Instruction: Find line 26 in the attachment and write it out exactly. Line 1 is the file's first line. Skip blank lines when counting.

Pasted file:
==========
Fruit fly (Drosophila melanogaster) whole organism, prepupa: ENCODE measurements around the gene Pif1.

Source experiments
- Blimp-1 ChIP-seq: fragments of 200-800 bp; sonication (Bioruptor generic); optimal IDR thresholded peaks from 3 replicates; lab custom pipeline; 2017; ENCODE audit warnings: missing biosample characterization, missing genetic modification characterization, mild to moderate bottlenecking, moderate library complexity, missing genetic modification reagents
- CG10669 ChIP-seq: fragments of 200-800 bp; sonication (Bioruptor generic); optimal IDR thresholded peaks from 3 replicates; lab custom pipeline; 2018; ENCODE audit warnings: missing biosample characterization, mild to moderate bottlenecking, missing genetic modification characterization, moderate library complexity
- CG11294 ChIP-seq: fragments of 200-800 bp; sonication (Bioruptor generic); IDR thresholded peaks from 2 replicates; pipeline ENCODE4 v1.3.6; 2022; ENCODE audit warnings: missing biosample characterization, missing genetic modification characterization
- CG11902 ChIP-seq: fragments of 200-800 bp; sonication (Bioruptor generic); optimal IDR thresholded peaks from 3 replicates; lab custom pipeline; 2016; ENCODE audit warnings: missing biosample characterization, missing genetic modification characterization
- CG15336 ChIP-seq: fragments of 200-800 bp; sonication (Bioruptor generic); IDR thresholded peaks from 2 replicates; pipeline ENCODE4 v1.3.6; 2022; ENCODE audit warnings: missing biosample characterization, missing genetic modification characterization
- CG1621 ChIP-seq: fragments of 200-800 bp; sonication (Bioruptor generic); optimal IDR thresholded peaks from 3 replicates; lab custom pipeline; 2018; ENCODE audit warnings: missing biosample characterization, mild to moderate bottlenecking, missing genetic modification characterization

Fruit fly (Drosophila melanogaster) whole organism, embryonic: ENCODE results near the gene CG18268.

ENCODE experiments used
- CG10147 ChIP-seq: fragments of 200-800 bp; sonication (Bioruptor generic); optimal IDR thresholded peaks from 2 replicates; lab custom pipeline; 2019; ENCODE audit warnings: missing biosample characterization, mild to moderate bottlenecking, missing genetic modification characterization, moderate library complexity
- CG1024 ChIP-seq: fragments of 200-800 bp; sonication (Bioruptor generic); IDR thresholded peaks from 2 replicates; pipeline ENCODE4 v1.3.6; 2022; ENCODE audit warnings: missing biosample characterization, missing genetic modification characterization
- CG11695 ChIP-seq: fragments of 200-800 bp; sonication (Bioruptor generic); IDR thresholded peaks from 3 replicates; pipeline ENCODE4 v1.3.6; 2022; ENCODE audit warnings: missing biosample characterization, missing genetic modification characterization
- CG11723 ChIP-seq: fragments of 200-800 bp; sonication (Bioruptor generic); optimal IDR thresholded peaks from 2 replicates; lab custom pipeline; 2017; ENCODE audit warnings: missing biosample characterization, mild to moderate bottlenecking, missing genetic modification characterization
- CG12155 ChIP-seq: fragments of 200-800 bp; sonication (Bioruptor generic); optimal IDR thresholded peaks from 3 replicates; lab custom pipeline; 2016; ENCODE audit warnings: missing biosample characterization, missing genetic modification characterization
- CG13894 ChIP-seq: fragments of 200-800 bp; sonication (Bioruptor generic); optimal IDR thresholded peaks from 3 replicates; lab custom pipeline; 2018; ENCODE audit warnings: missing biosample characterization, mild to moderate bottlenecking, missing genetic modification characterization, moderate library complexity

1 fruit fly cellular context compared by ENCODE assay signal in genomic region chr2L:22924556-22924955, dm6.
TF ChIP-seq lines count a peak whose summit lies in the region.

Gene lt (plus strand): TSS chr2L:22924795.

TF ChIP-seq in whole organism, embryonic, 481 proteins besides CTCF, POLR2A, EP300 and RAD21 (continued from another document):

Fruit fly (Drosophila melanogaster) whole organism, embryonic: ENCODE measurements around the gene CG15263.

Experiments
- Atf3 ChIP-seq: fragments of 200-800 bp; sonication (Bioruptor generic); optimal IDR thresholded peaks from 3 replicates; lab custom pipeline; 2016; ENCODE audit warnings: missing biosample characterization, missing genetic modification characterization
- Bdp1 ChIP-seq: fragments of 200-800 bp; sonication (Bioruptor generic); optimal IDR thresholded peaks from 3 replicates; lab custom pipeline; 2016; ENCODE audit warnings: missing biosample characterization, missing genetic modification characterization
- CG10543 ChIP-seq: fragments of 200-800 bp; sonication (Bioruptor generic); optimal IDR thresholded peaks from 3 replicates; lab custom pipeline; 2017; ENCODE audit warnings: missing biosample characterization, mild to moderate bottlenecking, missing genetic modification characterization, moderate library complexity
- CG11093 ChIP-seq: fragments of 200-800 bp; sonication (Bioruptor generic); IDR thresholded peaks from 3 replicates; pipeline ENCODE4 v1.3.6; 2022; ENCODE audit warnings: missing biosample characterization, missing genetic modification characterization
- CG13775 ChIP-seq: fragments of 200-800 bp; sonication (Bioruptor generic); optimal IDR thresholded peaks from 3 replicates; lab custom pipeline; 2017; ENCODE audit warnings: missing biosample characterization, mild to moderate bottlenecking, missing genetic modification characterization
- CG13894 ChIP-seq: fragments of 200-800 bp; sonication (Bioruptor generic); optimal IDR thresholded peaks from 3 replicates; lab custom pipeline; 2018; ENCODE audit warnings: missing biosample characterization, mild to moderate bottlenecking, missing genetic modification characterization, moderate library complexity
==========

- CG11093 ChIP-seq: fragments of 200-800 bp; sonication (Bioruptor generic); IDR thresholded peaks from 3 replicates; pipeline ENCODE4 v1.3.6; 2022; ENCODE audit warnings: missing biosample characterization, missing genetic modification characterization